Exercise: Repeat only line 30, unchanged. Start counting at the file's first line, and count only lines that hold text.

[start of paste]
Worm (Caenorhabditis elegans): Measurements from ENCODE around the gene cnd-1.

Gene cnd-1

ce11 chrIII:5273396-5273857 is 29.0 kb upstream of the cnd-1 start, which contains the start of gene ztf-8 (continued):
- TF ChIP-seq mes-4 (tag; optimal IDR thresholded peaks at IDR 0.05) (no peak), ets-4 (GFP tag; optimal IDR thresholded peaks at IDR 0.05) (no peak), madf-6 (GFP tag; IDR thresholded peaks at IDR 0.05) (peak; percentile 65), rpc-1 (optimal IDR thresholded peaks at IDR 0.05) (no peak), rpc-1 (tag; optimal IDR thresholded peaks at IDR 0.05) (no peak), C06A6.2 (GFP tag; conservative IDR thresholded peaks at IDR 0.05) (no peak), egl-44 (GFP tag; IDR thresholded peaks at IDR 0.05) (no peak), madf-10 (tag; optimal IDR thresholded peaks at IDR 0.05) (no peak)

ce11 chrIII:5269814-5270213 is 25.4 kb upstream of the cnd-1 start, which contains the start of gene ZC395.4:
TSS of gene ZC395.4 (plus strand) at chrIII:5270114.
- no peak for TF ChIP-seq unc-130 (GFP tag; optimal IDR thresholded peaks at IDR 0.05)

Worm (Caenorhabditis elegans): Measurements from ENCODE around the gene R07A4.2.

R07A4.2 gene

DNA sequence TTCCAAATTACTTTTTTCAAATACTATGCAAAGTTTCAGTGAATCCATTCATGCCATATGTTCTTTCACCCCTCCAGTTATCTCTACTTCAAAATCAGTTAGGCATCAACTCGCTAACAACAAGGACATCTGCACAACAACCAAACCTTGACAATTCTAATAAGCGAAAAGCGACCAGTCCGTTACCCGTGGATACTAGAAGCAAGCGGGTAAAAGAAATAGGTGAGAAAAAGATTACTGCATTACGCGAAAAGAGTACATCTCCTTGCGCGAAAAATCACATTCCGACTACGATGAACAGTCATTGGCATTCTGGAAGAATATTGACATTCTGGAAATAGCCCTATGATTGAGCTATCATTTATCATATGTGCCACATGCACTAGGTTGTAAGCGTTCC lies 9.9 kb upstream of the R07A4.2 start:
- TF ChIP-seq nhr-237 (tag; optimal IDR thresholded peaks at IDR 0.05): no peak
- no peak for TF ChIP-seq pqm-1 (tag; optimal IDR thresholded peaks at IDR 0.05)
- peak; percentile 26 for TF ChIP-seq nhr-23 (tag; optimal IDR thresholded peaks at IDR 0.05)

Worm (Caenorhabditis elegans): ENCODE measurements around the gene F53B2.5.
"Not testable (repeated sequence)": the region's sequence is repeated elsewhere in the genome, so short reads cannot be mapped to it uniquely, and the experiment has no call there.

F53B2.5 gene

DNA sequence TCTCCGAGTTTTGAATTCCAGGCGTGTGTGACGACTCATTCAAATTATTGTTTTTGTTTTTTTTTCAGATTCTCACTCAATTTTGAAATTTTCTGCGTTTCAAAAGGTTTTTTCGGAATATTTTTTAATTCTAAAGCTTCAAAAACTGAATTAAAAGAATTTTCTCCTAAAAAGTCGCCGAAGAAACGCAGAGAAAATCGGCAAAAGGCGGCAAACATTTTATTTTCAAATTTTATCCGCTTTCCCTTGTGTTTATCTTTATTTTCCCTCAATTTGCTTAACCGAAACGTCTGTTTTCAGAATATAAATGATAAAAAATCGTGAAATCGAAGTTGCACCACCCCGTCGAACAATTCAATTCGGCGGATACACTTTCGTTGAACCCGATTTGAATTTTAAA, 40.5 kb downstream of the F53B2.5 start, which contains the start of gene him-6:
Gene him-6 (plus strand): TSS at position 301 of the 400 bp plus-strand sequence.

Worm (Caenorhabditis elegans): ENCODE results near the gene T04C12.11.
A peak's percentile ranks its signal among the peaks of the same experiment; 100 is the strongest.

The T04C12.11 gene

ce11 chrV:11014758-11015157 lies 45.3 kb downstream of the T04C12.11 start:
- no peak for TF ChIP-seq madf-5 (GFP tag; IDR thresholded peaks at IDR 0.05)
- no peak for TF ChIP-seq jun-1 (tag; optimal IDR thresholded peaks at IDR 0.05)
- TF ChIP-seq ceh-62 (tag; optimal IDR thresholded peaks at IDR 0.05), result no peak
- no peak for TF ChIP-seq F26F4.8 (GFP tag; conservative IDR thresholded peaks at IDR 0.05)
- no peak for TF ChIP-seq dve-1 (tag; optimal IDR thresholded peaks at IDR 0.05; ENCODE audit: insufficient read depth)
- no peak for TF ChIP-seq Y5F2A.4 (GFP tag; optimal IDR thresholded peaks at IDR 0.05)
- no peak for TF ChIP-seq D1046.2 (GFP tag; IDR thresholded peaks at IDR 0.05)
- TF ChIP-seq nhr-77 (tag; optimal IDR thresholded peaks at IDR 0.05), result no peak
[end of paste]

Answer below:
- TF ChIP-seq nhr-77 (tag; optimal IDR thresholded peaks at IDR 0.05), result no peak